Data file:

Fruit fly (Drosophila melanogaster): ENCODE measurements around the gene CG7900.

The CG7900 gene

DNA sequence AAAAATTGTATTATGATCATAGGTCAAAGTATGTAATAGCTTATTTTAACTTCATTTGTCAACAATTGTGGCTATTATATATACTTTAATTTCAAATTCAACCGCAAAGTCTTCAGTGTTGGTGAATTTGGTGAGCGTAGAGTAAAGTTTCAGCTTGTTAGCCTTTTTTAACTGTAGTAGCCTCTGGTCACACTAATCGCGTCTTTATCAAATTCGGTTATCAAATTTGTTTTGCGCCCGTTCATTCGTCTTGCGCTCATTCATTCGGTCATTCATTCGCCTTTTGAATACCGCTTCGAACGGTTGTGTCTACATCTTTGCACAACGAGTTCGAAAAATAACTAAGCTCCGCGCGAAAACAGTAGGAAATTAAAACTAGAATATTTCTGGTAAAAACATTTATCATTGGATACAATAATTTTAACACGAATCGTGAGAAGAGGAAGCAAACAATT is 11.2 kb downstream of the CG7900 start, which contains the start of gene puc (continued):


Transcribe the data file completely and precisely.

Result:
Fruit fly (Drosophila melanogaster): ENCODE measurements around the gene CG7900.

The CG7900 gene

DNA sequence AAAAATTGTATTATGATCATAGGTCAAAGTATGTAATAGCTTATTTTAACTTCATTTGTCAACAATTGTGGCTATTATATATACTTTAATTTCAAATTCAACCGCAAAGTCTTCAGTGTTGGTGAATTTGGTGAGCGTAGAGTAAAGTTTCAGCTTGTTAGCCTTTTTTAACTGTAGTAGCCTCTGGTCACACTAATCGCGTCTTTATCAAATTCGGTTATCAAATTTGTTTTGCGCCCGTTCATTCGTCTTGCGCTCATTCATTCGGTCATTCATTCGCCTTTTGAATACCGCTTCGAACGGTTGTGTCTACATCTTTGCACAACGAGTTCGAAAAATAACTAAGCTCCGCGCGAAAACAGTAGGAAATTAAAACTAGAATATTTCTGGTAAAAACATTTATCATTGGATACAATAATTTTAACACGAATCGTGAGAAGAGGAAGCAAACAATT is 11.2 kb downstream of the CG7900 start, which contains the start of gene puc (continued):